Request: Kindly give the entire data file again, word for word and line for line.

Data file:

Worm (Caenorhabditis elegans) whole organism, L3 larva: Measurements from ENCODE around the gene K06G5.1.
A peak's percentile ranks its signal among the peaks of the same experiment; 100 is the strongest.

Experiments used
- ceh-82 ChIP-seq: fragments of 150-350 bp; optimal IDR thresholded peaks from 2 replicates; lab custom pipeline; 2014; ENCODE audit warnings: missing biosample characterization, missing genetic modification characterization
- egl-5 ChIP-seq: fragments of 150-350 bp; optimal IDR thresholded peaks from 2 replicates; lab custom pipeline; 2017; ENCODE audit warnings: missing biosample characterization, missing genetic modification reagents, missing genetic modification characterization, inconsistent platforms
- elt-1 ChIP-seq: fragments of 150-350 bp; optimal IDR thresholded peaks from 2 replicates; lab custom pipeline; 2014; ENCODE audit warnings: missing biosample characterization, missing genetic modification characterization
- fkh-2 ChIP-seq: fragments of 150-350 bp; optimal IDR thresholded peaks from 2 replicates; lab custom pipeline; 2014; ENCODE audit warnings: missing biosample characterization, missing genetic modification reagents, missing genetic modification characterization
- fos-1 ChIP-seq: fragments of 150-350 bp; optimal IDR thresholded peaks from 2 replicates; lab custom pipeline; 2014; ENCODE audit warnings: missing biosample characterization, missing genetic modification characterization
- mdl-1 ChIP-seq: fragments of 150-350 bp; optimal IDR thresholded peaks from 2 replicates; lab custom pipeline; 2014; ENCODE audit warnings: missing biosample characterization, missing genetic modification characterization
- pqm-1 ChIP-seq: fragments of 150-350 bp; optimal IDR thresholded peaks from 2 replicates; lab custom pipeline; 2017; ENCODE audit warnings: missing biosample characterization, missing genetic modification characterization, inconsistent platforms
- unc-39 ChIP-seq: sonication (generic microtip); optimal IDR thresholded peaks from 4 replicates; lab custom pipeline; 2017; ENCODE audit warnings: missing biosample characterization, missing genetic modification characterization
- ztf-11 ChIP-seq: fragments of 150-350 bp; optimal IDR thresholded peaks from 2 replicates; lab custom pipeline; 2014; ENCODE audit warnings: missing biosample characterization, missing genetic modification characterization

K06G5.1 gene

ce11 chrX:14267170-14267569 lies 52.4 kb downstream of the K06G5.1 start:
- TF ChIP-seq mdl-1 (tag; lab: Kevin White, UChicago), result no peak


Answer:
Worm (Caenorhabditis elegans) whole organism, L3 larva: Measurements from ENCODE around the gene K06G5.1.
A peak's percentile ranks its signal among the peaks of the same experiment; 100 is the strongest.

Experiments used
- ceh-82 ChIP-seq: fragments of 150-350 bp; optimal IDR thresholded peaks from 2 replicates; lab custom pipeline; 2014; ENCODE audit warnings: missing biosample characterization, missing genetic modification characterization
- egl-5 ChIP-seq: fragments of 150-350 bp; optimal IDR thresholded peaks from 2 replicates; lab custom pipeline; 2017; ENCODE audit warnings: missing biosample characterization, missing genetic modification reagents, missing genetic modification characterization, inconsistent platforms
- elt-1 ChIP-seq: fragments of 150-350 bp; optimal IDR thresholded peaks from 2 replicates; lab custom pipeline; 2014; ENCODE audit warnings: missing biosample characterization, missing genetic modification characterization
- fkh-2 ChIP-seq: fragments of 150-350 bp; optimal IDR thresholded peaks from 2 replicates; lab custom pipeline; 2014; ENCODE audit warnings: missing biosample characterization, missing genetic modification reagents, missing genetic modification characterization
- fos-1 ChIP-seq: fragments of 150-350 bp; optimal IDR thresholded peaks from 2 replicates; lab custom pipeline; 2014; ENCODE audit warnings: missing biosample characterization, missing genetic modification characterization
- mdl-1 ChIP-seq: fragments of 150-350 bp; optimal IDR thresholded peaks from 2 replicates; lab custom pipeline; 2014; ENCODE audit warnings: missing biosample characterization, missing genetic modification characterization
- pqm-1 ChIP-seq: fragments of 150-350 bp; optimal IDR thresholded peaks from 2 replicates; lab custom pipeline; 2017; ENCODE audit warnings: missing biosample characterization, missing genetic modification characterization, inconsistent platforms
- unc-39 ChIP-seq: sonication (generic microtip); optimal IDR thresholded peaks from 4 replicates; lab custom pipeline; 2017; ENCODE audit warnings: missing biosample characterization, missing genetic modification characterization
- ztf-11 ChIP-seq: fragments of 150-350 bp; optimal IDR thresholded peaks from 2 replicates; lab custom pipeline; 2014; ENCODE audit warnings: missing biosample characterization, missing genetic modification characterization

K06G5.1 gene

ce11 chrX:14267170-14267569 lies 52.4 kb downstream of the K06G5.1 start:
- TF ChIP-seq mdl-1 (tag; lab: Kevin White, UChicago), result no peak